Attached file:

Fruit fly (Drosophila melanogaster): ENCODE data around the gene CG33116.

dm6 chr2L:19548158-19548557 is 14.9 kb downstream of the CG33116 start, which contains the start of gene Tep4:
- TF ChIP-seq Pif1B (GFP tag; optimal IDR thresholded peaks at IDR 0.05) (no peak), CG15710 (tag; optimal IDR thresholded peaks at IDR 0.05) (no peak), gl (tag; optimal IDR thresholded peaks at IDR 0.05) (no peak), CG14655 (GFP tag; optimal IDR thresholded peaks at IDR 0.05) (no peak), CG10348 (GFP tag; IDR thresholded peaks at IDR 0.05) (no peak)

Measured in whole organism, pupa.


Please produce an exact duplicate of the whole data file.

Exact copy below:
Fruit fly (Drosophila melanogaster): ENCODE data around the gene CG33116.

dm6 chr2L:19548158-19548557 is 14.9 kb downstream of the CG33116 start, which contains the start of gene Tep4:
- TF ChIP-seq Pif1B (GFP tag; optimal IDR thresholded peaks at IDR 0.05) (no peak), CG15710 (tag; optimal IDR thresholded peaks at IDR 0.05) (no peak), gl (tag; optimal IDR thresholded peaks at IDR 0.05) (no peak), CG14655 (GFP tag; optimal IDR thresholded peaks at IDR 0.05) (no peak), CG10348 (GFP tag; IDR thresholded peaks at IDR 0.05) (no peak)

Measured in whole organism, pupa.